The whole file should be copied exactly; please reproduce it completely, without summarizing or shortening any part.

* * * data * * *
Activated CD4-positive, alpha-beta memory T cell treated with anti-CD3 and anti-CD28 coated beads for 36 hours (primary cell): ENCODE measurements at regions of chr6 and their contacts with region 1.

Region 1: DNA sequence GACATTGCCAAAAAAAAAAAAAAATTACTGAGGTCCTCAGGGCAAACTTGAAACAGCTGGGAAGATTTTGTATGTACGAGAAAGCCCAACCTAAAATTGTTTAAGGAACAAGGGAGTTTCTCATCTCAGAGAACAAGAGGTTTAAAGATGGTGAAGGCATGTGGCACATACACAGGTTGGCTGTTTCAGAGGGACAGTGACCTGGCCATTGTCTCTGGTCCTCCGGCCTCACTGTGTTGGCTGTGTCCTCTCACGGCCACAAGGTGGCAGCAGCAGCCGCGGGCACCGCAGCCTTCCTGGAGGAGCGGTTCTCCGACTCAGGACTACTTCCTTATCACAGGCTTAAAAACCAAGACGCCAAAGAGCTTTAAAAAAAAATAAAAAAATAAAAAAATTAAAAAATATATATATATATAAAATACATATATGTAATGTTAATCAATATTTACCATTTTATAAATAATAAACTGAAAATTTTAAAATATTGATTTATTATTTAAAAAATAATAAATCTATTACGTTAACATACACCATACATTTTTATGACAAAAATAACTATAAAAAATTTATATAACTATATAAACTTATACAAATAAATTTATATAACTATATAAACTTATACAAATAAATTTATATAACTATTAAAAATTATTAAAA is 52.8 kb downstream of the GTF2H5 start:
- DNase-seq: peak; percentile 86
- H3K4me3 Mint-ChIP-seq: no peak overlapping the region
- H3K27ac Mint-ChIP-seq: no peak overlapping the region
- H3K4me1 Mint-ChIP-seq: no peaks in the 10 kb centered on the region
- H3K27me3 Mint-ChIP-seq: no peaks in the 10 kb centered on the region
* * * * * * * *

Activated CD4-positive, alpha-beta memory T cell treated with anti-CD3 and anti-CD28 coated beads for 36 hours (primary cell): ENCODE measurements at regions of chr6 and their contacts with region 1.

Region 1: DNA sequence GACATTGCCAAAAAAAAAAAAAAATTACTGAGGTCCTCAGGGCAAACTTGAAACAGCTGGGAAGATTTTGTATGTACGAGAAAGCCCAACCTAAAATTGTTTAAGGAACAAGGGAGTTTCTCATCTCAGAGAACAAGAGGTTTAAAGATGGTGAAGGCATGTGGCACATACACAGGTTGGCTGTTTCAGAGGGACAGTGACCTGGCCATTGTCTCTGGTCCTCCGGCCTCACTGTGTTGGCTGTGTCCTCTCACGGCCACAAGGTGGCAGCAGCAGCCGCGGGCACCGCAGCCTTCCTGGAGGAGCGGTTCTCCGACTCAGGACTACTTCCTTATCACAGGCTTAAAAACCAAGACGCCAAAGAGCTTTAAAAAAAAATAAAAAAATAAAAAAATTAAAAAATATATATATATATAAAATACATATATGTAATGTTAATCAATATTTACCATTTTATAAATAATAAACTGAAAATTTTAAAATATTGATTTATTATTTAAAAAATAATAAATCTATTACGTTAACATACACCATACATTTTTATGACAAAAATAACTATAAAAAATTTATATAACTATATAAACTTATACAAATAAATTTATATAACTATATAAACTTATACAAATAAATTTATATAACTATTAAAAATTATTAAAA is 52.8 kb downstream of the GTF2H5 start:
- DNase-seq: peak; percentile 86
- H3K4me3 Mint-ChIP-seq: no peak overlapping the region
- H3K27ac Mint-ChIP-seq: no peak overlapping the region
- H3K4me1 Mint-ChIP-seq: no peaks in the 10 kb centered on the region
- H3K27me3 Mint-ChIP-seq: no peaks in the 10 kb centered on the region